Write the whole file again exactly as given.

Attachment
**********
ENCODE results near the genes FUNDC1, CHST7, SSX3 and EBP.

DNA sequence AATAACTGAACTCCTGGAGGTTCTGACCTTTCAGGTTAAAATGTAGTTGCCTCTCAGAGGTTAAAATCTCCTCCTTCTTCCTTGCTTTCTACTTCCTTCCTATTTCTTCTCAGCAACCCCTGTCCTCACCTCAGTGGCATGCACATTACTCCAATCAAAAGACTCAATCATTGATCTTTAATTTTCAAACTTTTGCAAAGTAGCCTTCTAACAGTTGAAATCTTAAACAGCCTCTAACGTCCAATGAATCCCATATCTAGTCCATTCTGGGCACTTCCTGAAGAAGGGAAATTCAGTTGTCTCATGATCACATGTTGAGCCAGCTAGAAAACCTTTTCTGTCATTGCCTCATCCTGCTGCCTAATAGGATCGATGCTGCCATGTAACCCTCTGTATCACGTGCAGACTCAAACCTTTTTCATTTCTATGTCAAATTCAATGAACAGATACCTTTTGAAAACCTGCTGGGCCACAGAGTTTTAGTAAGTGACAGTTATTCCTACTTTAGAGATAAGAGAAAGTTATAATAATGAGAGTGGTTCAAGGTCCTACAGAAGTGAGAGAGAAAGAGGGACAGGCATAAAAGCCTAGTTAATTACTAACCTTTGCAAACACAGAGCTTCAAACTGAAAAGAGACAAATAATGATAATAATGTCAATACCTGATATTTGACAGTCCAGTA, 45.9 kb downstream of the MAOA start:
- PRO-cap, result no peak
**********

ENCODE results near the genes FUNDC1, CHST7, SSX3 and EBP.

DNA sequence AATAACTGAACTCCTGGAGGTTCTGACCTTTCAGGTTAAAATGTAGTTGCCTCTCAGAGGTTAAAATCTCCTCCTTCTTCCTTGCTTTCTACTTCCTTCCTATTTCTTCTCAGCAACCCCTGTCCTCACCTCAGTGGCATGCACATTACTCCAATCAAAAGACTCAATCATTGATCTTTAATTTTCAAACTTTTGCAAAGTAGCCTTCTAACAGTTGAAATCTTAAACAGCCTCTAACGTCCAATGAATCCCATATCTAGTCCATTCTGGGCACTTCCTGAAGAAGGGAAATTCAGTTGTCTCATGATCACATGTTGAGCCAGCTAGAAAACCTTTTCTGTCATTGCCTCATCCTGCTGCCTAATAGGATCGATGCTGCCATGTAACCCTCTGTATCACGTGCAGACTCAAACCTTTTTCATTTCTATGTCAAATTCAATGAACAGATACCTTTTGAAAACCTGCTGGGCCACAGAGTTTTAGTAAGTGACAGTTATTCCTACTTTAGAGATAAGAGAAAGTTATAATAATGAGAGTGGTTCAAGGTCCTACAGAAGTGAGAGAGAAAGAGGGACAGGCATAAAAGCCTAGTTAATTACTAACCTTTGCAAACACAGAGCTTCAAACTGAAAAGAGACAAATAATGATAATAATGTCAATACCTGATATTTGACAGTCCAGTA, 45.9 kb downstream of the MAOA start:
- PRO-cap, result no peak